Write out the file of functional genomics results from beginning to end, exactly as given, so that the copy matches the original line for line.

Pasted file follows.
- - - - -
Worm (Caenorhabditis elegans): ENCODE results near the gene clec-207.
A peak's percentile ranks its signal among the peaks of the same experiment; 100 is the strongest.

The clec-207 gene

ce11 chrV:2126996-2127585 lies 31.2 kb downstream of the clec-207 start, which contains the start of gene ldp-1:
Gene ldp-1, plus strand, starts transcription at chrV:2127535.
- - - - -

Worm (Caenorhabditis elegans): ENCODE results near the gene clec-207.
A peak's percentile ranks its signal among the peaks of the same experiment; 100 is the strongest.

The clec-207 gene

ce11 chrV:2126996-2127585 lies 31.2 kb downstream of the clec-207 start, which contains the start of gene ldp-1:
Gene ldp-1, plus strand, starts transcription at chrV:2127535.